1. The kids who pass and want to go to college continue on in AP classes. These can be standardized AP curriculum classes like we have today, so there's no additional expense involved.

2. The kids who don't pass continue on a path toward passing. Since a good number of kids have left the school, this can be more focused class time with fewer kids per class. Many will pass in 11th grade, meaning the kids left in 12th are the ones who really need help, but there aren't as many of them left so the teachers can really have the time to focus on them and get most of them passing the boards.

Quite an arbitrary threshold. (1)

junglebeast (1497399) | more than 4 years ago | (#31178136)

Senior year is no less beneficial than the years before it.

In fact, education has exponential rewards as a function of time invested. I'm a 4th year graduate student and without a doubt, I have learned more in each year than I learned in the year before it, going back as far as I can remember. This is because I don't just learn facts -- I learn how to learn faster. On top of that, I learn a lot of facts as well...and on top of that, the more facts you know, the more you can put new facts into perspective.

Anyone who thinks they have finished learning by 11th graduate (a stupidly arbitrary threshold if I may say so) probably hasn't done much learning to speak of...

My point is not that 12th grade is important for everyone. Some people will go on to be janitors or other members of blue collar society where it is not necessary to read, write, etc....and that's perfectly fine. But if that's FINE as far as the state is concerned, then there's no reason to make the first 3 years mandatory either. In fact, I like the idea of school being entirely optional.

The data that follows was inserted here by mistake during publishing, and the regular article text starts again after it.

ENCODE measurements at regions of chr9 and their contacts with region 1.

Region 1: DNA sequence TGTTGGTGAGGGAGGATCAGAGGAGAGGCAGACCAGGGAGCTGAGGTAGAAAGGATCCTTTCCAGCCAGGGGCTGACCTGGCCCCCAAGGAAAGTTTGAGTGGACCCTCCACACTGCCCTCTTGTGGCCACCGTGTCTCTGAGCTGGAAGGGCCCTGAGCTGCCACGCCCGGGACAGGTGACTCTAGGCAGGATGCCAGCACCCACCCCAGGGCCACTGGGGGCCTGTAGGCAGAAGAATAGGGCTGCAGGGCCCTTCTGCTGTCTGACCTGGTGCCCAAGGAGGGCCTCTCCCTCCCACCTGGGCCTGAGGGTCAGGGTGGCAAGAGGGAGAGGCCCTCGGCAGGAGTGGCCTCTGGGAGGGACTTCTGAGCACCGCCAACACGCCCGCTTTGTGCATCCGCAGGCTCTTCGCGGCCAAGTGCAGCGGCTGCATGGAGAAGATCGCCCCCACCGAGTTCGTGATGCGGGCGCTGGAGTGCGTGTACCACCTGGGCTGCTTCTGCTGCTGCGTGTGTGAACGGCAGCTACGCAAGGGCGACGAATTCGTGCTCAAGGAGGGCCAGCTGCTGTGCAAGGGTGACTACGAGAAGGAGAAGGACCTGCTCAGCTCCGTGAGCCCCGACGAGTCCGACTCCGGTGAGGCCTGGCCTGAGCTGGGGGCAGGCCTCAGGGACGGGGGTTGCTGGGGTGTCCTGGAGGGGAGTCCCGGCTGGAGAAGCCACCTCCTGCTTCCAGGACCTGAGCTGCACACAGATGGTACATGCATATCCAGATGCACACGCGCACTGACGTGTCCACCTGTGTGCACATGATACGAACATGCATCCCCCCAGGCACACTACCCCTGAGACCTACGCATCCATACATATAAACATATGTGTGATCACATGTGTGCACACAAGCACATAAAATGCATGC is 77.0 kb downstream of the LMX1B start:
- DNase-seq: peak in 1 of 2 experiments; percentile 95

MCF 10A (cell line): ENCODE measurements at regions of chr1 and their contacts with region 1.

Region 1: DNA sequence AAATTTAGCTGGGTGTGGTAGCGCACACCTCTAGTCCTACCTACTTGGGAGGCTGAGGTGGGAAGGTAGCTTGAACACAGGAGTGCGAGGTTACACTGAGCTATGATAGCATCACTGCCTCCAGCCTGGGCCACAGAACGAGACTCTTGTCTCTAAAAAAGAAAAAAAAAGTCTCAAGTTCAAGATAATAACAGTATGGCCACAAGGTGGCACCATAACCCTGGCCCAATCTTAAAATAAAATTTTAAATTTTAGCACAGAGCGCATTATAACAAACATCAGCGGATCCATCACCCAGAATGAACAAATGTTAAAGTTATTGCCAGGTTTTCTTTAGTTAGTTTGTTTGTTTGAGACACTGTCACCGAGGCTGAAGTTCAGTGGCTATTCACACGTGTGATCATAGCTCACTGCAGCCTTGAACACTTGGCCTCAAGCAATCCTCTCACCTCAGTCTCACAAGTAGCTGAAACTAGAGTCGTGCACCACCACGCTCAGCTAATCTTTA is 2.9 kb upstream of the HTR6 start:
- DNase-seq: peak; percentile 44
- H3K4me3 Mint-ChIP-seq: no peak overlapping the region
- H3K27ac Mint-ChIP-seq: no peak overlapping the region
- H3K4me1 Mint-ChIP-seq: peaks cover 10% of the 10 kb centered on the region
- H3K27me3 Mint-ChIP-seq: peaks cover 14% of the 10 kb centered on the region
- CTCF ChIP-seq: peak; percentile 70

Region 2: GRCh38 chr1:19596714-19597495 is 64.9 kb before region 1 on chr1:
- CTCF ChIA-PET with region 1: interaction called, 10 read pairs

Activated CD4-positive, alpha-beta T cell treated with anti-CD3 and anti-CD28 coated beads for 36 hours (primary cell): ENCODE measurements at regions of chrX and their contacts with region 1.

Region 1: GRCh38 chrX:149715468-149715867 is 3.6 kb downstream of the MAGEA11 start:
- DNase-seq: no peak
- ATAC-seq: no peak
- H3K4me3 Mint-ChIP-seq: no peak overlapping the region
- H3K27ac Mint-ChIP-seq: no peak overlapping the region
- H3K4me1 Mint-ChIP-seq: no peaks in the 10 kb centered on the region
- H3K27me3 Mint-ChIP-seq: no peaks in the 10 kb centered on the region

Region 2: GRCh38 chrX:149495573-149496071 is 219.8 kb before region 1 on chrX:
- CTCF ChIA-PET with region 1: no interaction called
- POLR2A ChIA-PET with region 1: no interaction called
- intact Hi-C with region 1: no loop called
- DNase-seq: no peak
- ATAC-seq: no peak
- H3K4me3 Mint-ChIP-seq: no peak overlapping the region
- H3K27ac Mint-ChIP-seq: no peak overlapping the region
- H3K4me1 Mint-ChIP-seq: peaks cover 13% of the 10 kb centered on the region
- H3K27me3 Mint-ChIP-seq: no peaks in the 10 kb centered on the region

Well, there is just one caveat -- if school is entirely optional than we may need to make suffrage a privilige rather than an inalienable right. This would be necessary to avoid all the uneducated idiot masses from voting the next GW into office without any clue of what they are voting for.

We eliminated grade 12 decades ago. (1)

tomhudson (43916) | more than 4 years ago | (#31184434)

We replaced it with a province-wide college scheme that works like this:

You either take a 2-year pre-university series (and university is shaved from 4 years to 3), or you take a 3-year technical program, such as nursing, etc., that leads directly to the job market.

The idea was that 30% of students would be in the pre-uni stream and 70% would be in the jobs stream. It worked out the exact opposite - 70% take pre-uni.

Since college is both free and optional, only those who want to be there go, so it cuts down on wasting taxpayer funds. It also means you have a more homogeneous student population, so you can deal with them as adults and expect them to behave as adults.

Besides, Utah would only use grade 12 to push more "creation science" anyways.

Then, juniorithsis! (1)

antdude (79039) | more than 4 years ago | (#31178884)

Then, students will slack off in their junior year. Why not just graduate when finish all requirements? :P

Salt Lake City Cartoonists... (0)

Anonymous Coward | more than 4 years ago | (#31184224)

have an easy job! This stuff writes itself.
Pat Bagley's Take [sltrib.com]